DIG: While 9:8 to 10:4 conveys God’s judgment against Isra'el, what is the focus of His judgment here? What was the LORD’s purpose in allowing the Assyrian menace to overrun the northern kingdom of Isra'el and the southern kingdom of Judah (see 10:5-6 and 7:17)?
At this point, the tone of Isaiah’s message changes drastically. Assyria continues to be a central figure (10:5, 12, 24, 11:11 and 16), but now the hunter becomes the hunted. While it is true that what we trust, in place of the LORD, will destroy us (7:1 to 8:22), it does not mean that the destroyer is victorious in the end. If we are saved and belong to Him (First Corinthians 15:3-4), no matter what happens to us, God is still supreme because He has said: Never will I leave you; never will I forsake you. So we say with confidence, “ADONAI is my helper; I will not be afraid. What can man do to me (Hebrews 13:4b-6)? This is the theological issue that is emphasized in Chapters 7-12. Who do the people of Judah trust? Assyria or YHVH?
From 10:5 to 12:6 Isaiah again contrasts the Assyrian Empire to the Millennial Kingdom of Messiah. Even though Assyria’s aggression was used by God to punish His people for their rebellion (9:8 to 10:4) - Assyria would also eventually be punished. This is another instance of the outworking of the Abrahamic Covenant, which says: I will bless those who bless you, and whoever curses you I will curse (Genesis 12:3a). This segment brings out the meaning of Isaiah’s first son’s name Shear-Jashub, meaning a remnant will return.
One of the great issues in the evangelical Church and messianic Synagogue is the security of the believer, or the absolute unfailing and permanent possession of eternal life guaranteed to the true believer by God Himself. Jesus said it this way: My sheep hear My voice; I know them and they follow me. I give them eternal life, and they shall never perish; no one can snatch them out of My hand. My Father, who has given them to Me, is greater than all; no one can snatch them out of My Father’s hand. I and the Father are one (John 10:27-30). All too often holy living is neglected because heaven is certain. By contrast, churches and messianic synagogues that have been more influenced by Arminius have tended to preach a kind of eternal insecurity in which a believer’s eternal state depends on whether or not the most recent sin has been confessed; that you can be unsaved and need to be resaved. Their tendency is to focus on one’s behavior rather than on one’s relationship to God.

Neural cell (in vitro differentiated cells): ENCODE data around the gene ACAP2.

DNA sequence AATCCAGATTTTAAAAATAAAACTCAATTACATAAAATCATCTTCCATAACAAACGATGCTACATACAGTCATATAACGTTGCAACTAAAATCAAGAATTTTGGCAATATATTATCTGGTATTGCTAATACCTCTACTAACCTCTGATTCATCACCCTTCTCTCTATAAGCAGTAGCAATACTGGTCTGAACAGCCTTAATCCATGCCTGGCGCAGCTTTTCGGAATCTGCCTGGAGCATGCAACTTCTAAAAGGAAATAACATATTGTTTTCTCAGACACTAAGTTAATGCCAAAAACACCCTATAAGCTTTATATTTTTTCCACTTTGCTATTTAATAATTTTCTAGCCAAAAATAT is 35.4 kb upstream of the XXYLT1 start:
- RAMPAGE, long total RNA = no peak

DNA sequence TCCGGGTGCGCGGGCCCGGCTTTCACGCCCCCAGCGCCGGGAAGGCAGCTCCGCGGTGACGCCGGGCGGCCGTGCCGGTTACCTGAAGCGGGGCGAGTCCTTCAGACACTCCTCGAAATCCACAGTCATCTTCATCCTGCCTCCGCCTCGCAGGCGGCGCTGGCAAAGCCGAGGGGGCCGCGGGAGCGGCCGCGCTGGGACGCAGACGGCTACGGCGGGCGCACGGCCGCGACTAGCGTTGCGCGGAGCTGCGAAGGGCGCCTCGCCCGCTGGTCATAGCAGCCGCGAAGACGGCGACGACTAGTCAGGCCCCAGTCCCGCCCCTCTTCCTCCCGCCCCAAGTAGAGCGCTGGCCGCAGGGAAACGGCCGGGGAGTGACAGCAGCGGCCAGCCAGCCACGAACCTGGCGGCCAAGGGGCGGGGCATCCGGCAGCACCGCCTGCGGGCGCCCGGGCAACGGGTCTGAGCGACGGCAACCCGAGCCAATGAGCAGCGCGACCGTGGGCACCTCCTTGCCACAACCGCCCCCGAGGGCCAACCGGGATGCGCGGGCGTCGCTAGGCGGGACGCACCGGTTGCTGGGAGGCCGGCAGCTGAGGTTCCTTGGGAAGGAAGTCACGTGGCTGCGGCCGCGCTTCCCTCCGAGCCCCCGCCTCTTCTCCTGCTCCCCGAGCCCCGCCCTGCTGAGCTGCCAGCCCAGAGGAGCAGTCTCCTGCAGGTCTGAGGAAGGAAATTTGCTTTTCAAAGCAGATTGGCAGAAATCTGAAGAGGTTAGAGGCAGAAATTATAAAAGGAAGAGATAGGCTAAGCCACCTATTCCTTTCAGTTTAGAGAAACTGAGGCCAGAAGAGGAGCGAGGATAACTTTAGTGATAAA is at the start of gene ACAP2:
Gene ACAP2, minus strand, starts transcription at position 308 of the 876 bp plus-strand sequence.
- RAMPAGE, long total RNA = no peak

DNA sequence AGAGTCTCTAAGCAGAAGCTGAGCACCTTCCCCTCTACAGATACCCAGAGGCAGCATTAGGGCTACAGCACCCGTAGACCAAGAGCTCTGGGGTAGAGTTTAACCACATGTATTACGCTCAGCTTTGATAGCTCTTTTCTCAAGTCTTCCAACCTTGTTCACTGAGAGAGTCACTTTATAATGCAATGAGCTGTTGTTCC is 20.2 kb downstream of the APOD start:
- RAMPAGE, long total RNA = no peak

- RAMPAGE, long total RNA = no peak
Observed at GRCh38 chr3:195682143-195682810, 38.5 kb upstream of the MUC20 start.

These issues seem to be the very ones underlying this section. On the one hand, Isaiah is intent on assuring the people that the future of the nation is secure. Israel would survive. The Assyrians would not be able to destroy Judah. The people could live confidently. They did not need to surrender their trust in ADONAI in order to secure the outcome. Nevertheless, that confidence in the future was never meant to replace their relationship with the LORD. Just because Judah was secure, did not mean individual Israelites would not believe in Him. It is the same with us today. The Church, made up of Jewish and Gentile believers (Ephesians 2:11-14) will survive, but only those with a personal relationship with Jesus Christ will be saved with it.38
The Teaching Ministry of Jay Mack 2006-2017